Visible Women was lucky enough to have the opportunity to interview Poppy Mardall, a 31 year old Alternative Funeral Director and all round Visible Woman; on what it means to work in a male dominated industry and what it means to be a Visible Woman.
“I think that is the key; it’s basically having the confidence in yourself and trusting your instincts”
After graduating, Poppy became an expert and Deputy Director at Sotheby’s auction house. Though Poppy loved her job at Sotheby’s, she really wanted to set up her own company in order to help people in a more critical way. Poppy started to reflect on major life events such as birth, love and death and the more she thought about it, the more she felt the world of death and dying needed the most work. Feeling that she had the right values for the job; Poppy wanted to bring a new perspective to an outdated world. Poppy quit her job at Sotheby’s and with a few months’ savings, went to Ghana for a month to get some space. Whilst in Ghana, Poppy saw some incredible Ghanaian coffins along the coast where the Ga tribe get buried in coffins shaped and painted to represent their lives. Ghana also gave Poppy the opportunity to think about what she really wanted to do and also the courage to throw caution to the wind and do something she truly believed in , no matter what hurdles seemed to be in the way.
Poppy experienced a series of major life events. She got married, her dad got cancer, her brother moved to America, and she was ill with typhoid for 8 months. As life seemed to be changing quickly, she decided to carry out plans of starting her own company.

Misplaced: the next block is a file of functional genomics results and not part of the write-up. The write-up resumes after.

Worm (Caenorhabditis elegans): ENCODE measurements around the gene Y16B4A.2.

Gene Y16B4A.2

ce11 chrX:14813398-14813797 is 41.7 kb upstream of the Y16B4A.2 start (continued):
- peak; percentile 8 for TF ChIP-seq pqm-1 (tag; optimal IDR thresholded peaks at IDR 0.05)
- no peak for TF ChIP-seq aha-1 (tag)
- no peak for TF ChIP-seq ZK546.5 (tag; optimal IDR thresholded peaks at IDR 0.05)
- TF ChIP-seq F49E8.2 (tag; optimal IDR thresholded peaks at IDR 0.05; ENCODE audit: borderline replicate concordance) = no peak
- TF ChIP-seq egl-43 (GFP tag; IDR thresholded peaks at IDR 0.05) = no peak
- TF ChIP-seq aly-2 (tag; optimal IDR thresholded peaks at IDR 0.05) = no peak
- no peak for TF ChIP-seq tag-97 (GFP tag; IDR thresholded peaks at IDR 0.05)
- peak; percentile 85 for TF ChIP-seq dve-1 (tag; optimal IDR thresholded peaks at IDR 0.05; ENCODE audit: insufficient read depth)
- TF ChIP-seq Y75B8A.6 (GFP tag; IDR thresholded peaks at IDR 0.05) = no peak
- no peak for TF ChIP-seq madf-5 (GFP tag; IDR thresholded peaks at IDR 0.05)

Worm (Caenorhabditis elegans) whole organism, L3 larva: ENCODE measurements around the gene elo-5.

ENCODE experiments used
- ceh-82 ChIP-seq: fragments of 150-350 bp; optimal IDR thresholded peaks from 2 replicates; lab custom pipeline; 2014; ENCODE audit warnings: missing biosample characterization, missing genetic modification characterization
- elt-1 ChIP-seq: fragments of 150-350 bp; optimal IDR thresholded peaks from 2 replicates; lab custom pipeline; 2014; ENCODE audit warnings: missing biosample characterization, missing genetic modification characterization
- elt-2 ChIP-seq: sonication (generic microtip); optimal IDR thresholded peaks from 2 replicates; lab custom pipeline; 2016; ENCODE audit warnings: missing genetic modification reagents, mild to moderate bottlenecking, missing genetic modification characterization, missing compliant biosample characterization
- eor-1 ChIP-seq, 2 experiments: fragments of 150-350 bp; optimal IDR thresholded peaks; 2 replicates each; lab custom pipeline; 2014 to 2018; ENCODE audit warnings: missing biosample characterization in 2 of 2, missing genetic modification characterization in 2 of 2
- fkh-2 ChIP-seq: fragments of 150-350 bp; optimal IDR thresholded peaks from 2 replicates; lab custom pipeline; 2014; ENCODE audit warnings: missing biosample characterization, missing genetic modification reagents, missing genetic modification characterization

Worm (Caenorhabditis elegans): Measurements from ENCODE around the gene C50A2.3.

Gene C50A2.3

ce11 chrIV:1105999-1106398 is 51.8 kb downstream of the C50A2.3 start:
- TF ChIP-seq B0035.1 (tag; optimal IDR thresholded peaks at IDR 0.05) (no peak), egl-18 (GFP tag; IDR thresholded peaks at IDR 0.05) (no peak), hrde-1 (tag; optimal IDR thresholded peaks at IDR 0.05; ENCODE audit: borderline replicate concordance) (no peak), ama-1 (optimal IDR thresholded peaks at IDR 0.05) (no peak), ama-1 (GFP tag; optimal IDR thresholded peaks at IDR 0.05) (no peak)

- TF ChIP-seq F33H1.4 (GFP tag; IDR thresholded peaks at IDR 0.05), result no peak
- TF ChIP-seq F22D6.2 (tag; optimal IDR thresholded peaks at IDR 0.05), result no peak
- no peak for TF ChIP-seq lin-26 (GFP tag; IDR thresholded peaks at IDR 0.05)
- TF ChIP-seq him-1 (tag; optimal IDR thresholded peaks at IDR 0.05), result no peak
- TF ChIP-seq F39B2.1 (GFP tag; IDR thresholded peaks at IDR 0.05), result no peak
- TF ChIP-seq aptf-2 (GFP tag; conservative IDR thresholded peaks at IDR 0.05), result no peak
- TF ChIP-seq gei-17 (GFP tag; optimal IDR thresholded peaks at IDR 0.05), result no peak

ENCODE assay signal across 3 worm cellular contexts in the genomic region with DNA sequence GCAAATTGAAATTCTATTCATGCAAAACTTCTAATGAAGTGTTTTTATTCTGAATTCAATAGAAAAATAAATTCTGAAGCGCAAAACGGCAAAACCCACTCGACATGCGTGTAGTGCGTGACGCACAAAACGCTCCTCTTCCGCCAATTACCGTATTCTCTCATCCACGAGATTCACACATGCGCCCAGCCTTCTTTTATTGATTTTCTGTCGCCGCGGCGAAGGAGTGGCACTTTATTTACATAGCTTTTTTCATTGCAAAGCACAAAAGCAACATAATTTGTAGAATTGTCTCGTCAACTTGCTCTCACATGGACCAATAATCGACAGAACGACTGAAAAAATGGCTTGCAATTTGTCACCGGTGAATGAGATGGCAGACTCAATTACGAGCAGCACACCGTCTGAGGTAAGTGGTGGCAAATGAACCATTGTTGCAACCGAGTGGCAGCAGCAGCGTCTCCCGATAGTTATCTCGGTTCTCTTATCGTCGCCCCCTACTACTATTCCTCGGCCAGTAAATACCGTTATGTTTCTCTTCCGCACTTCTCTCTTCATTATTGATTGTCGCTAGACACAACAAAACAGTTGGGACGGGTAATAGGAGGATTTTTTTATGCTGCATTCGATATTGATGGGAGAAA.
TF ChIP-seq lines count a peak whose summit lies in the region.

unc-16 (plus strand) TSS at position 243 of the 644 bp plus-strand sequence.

Poppy Mardall is now 31 and expecting her first child.
What inspired you to start an alternative funeral business?
So, it was number of things. There are some people who are doing things differently in the industry who have basically had a really bad funeral experience and I think often good business ideas come from that. When you’ve experienced something that’s really bad and you think hang on a minute – that was horrible and I don’t want anyone else to go through that. That wasn’t really my experience. For me it was more that I think I was looking for a really long time; for more meaningful work (which I feel that a lot of people are). I was working at Sotheby’s Auction House and it was really fun and kind of exciting but it didn’t fulfill me in terms of wanting to help people in a critical way. So a number of things happened. Both my mum and dad got cancer (this was about four years ago). Although they both survived, my dad in particular was quite ill and as a family we just started having those conversations (which every family needs to have at some point) and now I believe that people need to be having these conversations much earlier. We started having conversations about what we would do if he died and quite quickly realised that what was out there, was mostly pretty traditional looking; sort of black Dickensian kind of companies just weren’t going to give us what we needed. It’s not like we are a bohemian family who wanted a pink hearse or anything, but my mum felt really strongly about things. If he died at home, she really didn’t want his body being taken away by men in black boots. You know the whole sort of cliché around the industry is quite true. It just planted a seed in my brain and I bought some books from the internet. There’s a really fantastic book called ‘The Good Funeral Guide’ which just dispelled all the myths surrounding the industry and I just started thinking- hang on a minute, I could do this – and that’s really where it all came from.